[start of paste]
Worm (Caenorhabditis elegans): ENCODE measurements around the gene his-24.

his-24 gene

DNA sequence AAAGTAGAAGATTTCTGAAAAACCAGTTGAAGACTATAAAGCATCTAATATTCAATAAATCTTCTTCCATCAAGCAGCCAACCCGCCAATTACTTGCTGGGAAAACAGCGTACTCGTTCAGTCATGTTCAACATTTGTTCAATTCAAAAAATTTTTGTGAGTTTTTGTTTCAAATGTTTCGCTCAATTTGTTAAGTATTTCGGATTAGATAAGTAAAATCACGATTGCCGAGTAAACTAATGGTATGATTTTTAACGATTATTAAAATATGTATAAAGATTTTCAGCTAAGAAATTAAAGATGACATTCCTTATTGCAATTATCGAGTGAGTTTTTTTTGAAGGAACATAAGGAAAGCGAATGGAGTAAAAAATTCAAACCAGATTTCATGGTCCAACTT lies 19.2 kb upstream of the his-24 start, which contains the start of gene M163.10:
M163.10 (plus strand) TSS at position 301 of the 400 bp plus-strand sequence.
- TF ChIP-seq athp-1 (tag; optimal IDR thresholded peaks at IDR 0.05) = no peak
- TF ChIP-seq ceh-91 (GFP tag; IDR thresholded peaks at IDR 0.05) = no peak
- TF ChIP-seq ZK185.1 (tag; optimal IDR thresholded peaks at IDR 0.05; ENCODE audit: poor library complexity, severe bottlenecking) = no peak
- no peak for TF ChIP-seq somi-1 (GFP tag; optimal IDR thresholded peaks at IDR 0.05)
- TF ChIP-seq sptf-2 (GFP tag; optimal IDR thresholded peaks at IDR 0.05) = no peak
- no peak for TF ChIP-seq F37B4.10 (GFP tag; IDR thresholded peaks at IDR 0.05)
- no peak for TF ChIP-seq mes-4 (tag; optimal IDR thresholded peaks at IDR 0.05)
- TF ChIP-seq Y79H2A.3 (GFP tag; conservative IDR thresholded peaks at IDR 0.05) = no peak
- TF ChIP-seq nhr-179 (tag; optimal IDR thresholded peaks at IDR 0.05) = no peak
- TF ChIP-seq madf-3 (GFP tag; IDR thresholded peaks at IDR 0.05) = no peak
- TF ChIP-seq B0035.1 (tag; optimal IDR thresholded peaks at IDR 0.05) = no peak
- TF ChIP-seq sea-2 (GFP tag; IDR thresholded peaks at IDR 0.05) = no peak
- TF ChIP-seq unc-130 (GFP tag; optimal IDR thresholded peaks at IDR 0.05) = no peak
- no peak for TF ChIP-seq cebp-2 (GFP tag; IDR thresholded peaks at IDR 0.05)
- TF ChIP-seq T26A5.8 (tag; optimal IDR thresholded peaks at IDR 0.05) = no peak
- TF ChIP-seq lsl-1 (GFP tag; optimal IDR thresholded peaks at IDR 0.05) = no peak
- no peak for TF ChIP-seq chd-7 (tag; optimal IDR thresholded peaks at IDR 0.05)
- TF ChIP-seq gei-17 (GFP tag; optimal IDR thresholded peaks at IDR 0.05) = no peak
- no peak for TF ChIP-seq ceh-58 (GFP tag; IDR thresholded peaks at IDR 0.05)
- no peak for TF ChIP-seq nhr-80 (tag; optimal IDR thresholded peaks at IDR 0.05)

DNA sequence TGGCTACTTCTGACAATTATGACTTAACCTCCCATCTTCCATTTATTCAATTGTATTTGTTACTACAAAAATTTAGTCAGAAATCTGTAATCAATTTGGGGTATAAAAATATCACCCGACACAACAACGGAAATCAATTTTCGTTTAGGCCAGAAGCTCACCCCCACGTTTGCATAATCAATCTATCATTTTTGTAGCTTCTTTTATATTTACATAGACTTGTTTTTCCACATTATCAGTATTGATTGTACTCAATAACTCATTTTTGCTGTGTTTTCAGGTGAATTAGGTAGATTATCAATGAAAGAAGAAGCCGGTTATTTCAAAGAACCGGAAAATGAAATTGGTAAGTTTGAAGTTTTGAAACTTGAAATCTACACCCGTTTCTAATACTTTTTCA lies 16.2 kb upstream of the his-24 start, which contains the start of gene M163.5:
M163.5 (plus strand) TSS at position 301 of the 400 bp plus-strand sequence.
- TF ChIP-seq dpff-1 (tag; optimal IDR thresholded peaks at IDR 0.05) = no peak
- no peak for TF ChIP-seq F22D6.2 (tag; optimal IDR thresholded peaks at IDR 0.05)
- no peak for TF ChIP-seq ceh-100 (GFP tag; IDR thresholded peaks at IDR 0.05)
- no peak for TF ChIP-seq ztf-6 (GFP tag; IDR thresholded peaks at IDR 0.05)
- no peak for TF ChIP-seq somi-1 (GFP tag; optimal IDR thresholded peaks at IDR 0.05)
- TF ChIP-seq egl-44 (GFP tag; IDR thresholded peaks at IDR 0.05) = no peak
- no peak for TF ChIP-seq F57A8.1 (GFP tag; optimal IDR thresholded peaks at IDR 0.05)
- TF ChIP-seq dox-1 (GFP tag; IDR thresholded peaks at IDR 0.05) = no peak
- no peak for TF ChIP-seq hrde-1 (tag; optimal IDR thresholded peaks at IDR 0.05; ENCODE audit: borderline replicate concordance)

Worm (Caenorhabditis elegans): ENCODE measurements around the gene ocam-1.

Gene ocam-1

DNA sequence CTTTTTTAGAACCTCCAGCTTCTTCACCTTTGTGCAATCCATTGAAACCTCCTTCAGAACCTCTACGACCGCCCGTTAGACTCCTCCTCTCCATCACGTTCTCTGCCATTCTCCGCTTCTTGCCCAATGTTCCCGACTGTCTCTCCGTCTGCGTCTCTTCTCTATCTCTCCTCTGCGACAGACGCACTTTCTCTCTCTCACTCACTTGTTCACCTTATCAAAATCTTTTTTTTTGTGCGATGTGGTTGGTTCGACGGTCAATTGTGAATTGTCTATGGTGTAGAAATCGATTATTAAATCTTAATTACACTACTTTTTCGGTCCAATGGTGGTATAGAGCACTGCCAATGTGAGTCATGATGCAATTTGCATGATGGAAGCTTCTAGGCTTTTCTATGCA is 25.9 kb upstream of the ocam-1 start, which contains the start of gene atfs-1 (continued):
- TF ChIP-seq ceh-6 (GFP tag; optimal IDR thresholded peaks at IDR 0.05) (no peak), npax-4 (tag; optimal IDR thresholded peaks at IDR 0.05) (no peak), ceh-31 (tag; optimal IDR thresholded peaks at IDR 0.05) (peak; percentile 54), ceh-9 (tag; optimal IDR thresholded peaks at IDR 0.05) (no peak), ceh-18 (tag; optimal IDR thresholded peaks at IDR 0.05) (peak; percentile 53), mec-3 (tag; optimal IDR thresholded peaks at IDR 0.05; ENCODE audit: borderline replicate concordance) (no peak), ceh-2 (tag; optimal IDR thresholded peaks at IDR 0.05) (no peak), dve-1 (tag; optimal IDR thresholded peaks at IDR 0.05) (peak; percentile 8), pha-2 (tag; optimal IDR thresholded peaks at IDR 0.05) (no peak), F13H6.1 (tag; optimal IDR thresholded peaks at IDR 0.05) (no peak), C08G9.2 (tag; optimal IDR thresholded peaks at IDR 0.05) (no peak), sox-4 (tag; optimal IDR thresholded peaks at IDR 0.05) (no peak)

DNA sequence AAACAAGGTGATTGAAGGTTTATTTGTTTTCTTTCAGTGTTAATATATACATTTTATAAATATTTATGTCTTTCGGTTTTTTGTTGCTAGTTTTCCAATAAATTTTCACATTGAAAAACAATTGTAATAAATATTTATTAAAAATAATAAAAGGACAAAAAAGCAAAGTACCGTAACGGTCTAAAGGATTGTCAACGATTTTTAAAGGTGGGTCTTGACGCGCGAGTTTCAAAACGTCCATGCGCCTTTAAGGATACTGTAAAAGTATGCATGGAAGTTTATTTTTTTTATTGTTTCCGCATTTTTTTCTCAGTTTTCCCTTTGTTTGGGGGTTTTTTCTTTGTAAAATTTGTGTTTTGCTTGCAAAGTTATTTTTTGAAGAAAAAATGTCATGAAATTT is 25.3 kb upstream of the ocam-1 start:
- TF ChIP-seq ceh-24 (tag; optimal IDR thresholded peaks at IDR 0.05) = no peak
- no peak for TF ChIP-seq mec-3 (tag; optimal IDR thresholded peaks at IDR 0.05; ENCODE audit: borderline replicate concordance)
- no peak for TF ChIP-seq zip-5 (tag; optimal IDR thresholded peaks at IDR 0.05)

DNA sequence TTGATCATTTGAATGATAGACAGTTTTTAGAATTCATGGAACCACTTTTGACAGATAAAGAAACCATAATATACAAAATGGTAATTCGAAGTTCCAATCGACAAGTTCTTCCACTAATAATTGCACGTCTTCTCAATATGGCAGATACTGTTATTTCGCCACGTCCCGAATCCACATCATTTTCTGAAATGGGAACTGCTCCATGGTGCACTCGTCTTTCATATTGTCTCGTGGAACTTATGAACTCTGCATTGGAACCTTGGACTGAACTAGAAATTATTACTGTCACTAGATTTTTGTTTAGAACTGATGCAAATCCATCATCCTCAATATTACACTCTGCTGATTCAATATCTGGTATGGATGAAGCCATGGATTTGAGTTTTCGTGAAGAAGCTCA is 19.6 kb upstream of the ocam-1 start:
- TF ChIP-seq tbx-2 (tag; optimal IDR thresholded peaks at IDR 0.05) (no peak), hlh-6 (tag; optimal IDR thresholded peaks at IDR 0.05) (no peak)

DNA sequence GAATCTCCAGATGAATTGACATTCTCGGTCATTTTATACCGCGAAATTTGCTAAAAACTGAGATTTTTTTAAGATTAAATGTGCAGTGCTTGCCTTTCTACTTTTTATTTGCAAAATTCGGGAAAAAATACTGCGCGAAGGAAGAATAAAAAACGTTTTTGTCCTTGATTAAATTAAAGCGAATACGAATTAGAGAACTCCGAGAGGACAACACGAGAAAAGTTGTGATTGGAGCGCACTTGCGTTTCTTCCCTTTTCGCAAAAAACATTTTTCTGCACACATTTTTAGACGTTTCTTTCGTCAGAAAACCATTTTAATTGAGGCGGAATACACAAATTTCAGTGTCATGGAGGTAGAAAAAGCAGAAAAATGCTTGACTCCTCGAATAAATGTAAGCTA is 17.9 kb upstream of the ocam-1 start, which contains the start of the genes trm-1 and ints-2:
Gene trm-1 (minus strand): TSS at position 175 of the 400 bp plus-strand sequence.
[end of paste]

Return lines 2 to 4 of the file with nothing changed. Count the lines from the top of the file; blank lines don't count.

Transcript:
his-24 gene

DNA sequence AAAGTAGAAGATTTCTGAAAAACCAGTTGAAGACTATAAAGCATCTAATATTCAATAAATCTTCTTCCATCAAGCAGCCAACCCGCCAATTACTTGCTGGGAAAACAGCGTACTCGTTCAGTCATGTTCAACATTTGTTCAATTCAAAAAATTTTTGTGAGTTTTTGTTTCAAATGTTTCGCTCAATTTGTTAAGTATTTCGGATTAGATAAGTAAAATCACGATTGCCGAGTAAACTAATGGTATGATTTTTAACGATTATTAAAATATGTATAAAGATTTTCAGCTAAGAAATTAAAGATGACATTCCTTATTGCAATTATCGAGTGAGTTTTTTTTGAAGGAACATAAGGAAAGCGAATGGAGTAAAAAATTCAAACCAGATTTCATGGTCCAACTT lies 19.2 kb upstream of the his-24 start, which contains the start of gene M163.10:
M163.10 (plus strand) TSS at position 301 of the 400 bp plus-strand sequence.